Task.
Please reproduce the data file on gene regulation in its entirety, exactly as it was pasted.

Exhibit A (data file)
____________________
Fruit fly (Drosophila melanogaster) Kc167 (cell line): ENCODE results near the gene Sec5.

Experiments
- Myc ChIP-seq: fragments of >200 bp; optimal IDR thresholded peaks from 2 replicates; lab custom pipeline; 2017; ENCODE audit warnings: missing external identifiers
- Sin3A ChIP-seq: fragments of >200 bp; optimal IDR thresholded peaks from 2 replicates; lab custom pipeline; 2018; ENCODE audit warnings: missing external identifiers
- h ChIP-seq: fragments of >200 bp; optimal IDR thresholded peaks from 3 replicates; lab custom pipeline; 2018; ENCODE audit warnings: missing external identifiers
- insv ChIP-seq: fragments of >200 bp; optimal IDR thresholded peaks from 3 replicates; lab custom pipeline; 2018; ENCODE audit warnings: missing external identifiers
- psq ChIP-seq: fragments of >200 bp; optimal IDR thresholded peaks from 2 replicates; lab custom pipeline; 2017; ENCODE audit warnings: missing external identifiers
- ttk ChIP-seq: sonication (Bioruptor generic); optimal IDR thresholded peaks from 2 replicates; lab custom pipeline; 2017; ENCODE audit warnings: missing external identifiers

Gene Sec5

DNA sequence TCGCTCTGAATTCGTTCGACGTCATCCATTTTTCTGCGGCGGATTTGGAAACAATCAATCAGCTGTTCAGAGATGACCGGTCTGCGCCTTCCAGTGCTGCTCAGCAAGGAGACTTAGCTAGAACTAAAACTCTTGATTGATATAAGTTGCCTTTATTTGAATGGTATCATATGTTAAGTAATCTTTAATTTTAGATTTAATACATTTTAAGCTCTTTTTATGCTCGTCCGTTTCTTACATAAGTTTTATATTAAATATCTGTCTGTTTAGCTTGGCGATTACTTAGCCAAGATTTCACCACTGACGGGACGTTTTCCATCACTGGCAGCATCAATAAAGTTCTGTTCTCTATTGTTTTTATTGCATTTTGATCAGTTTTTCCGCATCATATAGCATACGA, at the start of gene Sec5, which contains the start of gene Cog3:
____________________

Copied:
Fruit fly (Drosophila melanogaster) Kc167 (cell line): ENCODE results near the gene Sec5.

Experiments
- Myc ChIP-seq: fragments of >200 bp; optimal IDR thresholded peaks from 2 replicates; lab custom pipeline; 2017; ENCODE audit warnings: missing external identifiers
- Sin3A ChIP-seq: fragments of >200 bp; optimal IDR thresholded peaks from 2 replicates; lab custom pipeline; 2018; ENCODE audit warnings: missing external identifiers
- h ChIP-seq: fragments of >200 bp; optimal IDR thresholded peaks from 3 replicates; lab custom pipeline; 2018; ENCODE audit warnings: missing external identifiers
- insv ChIP-seq: fragments of >200 bp; optimal IDR thresholded peaks from 3 replicates; lab custom pipeline; 2018; ENCODE audit warnings: missing external identifiers
- psq ChIP-seq: fragments of >200 bp; optimal IDR thresholded peaks from 2 replicates; lab custom pipeline; 2017; ENCODE audit warnings: missing external identifiers
- ttk ChIP-seq: sonication (Bioruptor generic); optimal IDR thresholded peaks from 2 replicates; lab custom pipeline; 2017; ENCODE audit warnings: missing external identifiers

Gene Sec5

DNA sequence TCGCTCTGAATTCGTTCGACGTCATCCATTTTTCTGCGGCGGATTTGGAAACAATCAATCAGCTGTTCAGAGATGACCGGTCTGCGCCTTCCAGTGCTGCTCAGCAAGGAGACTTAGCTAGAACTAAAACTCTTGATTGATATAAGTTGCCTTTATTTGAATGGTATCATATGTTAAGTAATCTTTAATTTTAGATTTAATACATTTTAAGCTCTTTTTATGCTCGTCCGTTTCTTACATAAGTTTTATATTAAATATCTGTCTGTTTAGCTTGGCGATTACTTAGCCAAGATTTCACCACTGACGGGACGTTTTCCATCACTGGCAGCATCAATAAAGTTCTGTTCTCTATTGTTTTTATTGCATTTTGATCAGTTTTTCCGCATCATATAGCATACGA, at the start of gene Sec5, which contains the start of gene Cog3: